Four out of 10 NHS managers have not yet begun to develop plans to reduce carbon emissions in the health service, despite green targets set by the Department of Health.

Only 55 per cent of trusts surveyed were confident they could reduce energy consumption, with fewer than half (43 per cent) believing they were likely to increase the energy efficiency of their estates, according to an NHS Confederation poll.

Just one in five thought they would be likely to invest in alternative energy sources, such as renewable schemes or combined heat and power plants, which provide both heat and energy for buildings, according to the research.

The news came as the director of a new NHS body dedicated to promoting sustainability said the NHS was set to miss one of the DH's key goals. The NHS Sustainable Development Unit, which was established by strategic health authority chief executives and began work this month, will assist the 10 SHAs to improve the energy efficiency and sustainability of the NHS.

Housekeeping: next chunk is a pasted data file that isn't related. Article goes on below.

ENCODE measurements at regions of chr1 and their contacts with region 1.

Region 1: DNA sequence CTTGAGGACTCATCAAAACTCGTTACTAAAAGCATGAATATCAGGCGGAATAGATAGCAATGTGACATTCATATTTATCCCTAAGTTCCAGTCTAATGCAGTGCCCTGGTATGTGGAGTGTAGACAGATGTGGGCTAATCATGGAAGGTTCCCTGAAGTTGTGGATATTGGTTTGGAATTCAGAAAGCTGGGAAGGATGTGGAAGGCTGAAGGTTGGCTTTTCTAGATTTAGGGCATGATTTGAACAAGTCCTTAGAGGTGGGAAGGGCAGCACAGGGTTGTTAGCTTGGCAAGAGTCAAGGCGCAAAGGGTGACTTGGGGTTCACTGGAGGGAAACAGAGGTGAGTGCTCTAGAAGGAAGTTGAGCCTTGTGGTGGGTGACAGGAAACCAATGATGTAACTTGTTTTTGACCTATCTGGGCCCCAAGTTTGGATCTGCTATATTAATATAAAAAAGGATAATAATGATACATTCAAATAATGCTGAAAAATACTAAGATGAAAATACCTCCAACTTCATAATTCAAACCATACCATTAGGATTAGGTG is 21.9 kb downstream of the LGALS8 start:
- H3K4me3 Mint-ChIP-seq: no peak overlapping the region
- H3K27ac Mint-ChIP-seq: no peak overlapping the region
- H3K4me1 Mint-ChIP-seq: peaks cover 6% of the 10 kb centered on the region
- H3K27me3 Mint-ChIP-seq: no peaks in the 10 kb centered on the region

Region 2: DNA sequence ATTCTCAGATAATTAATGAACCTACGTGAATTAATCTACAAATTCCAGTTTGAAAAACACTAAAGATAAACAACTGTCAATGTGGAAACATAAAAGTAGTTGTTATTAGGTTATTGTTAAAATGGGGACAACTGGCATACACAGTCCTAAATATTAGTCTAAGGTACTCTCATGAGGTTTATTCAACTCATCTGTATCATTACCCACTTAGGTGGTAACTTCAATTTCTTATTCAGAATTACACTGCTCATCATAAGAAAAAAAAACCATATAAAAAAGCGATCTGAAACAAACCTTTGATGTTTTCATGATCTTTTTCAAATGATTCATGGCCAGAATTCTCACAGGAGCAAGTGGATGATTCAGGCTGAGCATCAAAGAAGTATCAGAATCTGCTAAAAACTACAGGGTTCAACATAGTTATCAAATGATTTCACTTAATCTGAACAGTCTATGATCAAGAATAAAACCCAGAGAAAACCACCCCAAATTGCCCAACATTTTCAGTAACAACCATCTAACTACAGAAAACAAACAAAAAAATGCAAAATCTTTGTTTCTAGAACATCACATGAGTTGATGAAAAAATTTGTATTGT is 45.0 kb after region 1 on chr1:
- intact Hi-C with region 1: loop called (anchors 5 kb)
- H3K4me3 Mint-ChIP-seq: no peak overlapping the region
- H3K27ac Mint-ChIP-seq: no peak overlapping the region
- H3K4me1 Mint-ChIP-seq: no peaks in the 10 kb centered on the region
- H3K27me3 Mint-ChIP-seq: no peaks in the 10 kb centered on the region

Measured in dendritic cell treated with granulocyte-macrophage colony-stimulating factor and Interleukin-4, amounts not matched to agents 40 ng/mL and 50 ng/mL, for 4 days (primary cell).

Its director David Pencheon warned that he did not expect the health service to hit a DH target to reduce the amount of energy the NHS buys in for heating, lighting and running sites by 15 per cent by 2010.

He said: "The NHS is getting bigger at a faster rate than it's getting efficient. The leadership role of managers is profound here - this is going to be senior managers' legacy."

NHS Confederation chief executive Gill Morgan called on central government to provide "clear leadership" and extra help with the upfront costs of alternative energy sources.

"While there is lots of support and guidance the NHS can draw on, one clear national climate change strategy for the [service] would be another step in the right direction," she said.